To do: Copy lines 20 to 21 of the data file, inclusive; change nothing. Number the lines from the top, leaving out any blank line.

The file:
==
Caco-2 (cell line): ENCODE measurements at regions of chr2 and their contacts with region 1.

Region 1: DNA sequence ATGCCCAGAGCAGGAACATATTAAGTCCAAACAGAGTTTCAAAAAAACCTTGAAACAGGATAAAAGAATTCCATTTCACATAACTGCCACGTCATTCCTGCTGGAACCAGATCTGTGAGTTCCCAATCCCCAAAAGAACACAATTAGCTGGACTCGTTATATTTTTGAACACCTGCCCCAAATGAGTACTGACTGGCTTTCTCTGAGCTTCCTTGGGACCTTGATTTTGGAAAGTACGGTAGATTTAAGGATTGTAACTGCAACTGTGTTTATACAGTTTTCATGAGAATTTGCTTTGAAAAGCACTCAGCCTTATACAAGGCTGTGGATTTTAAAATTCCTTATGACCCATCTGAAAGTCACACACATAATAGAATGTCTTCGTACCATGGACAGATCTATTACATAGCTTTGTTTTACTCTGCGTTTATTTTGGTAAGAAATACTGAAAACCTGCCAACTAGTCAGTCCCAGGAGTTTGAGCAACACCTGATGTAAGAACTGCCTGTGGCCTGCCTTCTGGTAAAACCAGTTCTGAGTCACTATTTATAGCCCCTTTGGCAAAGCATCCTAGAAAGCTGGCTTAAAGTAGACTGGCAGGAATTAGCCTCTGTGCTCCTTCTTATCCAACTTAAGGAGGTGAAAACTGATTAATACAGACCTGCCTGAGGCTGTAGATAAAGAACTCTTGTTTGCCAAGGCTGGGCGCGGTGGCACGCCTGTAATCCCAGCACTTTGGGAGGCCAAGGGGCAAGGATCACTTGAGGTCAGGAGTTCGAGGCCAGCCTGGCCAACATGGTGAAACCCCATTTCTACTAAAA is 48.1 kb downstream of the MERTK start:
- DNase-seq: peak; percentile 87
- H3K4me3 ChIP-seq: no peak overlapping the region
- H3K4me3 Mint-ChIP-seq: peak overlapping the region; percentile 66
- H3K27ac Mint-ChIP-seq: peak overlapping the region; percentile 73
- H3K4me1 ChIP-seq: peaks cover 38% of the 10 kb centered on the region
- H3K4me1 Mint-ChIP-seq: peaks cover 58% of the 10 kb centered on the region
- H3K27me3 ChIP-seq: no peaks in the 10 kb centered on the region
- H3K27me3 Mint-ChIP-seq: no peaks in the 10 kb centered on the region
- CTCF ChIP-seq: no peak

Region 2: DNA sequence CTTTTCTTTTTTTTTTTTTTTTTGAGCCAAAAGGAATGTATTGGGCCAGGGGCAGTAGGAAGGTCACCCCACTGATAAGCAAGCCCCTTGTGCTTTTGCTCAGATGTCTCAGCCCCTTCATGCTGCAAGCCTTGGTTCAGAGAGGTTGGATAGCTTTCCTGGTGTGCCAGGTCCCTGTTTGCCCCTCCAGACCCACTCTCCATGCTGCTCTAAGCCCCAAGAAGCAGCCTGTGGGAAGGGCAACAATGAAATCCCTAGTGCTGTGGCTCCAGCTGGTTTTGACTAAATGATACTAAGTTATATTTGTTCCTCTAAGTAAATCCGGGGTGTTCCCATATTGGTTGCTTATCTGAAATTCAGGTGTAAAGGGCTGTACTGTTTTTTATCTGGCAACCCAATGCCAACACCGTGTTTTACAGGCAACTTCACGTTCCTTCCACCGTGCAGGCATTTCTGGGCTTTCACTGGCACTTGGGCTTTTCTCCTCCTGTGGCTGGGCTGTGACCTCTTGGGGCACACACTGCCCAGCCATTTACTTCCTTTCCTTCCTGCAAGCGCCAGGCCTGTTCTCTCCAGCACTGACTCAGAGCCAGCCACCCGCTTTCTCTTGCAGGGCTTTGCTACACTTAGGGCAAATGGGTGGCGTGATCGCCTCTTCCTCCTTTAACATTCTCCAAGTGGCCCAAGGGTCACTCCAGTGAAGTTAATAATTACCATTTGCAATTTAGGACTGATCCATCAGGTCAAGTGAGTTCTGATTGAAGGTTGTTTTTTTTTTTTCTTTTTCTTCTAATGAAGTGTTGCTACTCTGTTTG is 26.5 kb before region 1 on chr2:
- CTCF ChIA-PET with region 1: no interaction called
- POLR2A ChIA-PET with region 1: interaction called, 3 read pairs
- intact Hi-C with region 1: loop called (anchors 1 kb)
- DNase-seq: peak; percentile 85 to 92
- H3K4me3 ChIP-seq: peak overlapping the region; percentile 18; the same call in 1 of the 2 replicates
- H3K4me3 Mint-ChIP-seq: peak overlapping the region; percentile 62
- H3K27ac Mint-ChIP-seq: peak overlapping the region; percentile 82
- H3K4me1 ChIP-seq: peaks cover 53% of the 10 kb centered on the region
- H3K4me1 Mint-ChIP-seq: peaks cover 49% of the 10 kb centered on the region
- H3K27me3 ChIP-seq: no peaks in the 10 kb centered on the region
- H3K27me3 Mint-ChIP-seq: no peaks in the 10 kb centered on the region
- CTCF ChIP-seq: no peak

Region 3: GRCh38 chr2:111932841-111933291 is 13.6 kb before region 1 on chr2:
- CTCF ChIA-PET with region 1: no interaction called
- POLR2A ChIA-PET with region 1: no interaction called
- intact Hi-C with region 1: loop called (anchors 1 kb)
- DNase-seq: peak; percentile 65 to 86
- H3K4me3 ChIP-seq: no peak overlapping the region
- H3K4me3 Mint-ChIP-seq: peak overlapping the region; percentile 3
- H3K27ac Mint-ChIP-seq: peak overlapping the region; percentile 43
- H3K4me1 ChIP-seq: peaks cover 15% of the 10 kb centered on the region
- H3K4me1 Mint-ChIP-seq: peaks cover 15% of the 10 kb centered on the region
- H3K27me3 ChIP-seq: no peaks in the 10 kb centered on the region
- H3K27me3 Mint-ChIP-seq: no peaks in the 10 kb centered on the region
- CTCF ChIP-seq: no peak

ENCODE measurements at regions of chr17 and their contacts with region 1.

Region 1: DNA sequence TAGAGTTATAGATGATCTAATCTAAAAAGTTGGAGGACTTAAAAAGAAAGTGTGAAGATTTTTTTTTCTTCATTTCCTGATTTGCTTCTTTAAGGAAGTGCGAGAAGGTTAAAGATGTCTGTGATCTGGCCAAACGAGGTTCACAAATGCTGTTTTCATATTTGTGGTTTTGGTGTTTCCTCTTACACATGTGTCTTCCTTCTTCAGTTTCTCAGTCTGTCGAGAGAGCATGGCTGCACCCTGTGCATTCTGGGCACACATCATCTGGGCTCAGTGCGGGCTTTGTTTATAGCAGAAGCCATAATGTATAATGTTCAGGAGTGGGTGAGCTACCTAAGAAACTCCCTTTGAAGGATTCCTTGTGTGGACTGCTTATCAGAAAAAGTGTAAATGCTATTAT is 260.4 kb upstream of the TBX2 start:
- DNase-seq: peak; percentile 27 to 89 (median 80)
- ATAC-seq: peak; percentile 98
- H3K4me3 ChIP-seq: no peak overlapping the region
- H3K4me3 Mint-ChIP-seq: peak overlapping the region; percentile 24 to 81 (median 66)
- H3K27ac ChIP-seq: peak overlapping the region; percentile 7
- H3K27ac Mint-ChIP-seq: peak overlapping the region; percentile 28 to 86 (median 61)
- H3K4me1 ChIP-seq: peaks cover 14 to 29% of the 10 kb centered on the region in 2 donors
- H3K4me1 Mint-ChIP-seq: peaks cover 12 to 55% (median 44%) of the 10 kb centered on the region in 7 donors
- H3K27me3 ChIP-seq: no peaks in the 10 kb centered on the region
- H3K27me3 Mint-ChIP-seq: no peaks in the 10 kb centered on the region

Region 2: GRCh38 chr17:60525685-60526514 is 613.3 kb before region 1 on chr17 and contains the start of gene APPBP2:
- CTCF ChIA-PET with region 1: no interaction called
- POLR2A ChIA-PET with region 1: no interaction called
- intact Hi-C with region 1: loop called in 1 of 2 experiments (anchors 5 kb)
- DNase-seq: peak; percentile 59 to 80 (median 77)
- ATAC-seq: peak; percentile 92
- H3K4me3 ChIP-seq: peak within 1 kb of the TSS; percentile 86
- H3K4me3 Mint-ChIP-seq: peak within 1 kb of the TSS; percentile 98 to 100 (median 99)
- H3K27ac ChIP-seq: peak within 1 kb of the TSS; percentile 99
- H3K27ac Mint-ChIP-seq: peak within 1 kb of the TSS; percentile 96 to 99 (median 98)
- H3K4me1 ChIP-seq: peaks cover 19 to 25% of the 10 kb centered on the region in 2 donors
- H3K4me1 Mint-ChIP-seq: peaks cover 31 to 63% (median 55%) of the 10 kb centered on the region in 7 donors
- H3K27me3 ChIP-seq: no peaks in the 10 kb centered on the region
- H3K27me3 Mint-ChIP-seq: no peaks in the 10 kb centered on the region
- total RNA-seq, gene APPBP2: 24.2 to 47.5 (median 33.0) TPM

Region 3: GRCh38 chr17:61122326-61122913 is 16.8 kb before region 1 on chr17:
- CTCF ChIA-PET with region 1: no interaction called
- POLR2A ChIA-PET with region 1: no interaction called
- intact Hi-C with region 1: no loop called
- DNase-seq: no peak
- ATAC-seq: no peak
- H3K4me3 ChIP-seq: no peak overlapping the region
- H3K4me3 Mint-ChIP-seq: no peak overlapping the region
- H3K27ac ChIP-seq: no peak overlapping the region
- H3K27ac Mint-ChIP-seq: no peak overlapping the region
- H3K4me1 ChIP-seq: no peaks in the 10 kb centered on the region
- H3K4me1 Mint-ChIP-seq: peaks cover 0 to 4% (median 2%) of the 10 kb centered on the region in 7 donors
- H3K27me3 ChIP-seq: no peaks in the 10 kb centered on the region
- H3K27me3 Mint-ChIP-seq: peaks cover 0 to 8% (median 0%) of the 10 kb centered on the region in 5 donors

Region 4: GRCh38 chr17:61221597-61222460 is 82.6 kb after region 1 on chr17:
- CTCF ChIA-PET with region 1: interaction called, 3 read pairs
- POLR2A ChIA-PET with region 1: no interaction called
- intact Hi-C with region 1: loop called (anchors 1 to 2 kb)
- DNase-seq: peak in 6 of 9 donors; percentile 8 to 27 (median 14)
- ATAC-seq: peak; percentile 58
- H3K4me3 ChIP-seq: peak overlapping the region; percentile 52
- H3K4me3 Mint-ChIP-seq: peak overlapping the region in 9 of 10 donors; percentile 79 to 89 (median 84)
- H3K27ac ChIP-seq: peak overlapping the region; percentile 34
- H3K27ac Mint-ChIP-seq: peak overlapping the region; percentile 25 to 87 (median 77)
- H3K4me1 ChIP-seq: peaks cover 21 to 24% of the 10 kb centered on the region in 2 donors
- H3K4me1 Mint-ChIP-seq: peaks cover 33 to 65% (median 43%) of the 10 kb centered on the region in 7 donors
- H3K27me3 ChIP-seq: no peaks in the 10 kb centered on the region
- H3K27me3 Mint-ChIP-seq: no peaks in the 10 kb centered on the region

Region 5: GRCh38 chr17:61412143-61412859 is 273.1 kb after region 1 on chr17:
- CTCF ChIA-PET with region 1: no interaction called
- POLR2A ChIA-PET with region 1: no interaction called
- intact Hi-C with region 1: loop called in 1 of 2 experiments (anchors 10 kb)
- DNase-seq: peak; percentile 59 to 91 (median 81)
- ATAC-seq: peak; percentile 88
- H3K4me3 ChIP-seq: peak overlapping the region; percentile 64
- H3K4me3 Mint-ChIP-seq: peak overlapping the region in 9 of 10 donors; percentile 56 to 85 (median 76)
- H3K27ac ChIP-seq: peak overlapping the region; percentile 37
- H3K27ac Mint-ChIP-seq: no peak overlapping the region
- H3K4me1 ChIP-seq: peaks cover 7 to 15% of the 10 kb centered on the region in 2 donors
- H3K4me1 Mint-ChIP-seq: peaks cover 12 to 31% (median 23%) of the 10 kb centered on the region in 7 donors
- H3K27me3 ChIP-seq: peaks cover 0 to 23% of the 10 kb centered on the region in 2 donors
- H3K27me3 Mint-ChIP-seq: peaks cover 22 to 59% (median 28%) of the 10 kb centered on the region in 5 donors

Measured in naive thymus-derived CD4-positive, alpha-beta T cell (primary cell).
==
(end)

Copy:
- H3K4me1 ChIP-seq: peaks cover 53% of the 10 kb centered on the region
- H3K4me1 Mint-ChIP-seq: peaks cover 49% of the 10 kb centered on the region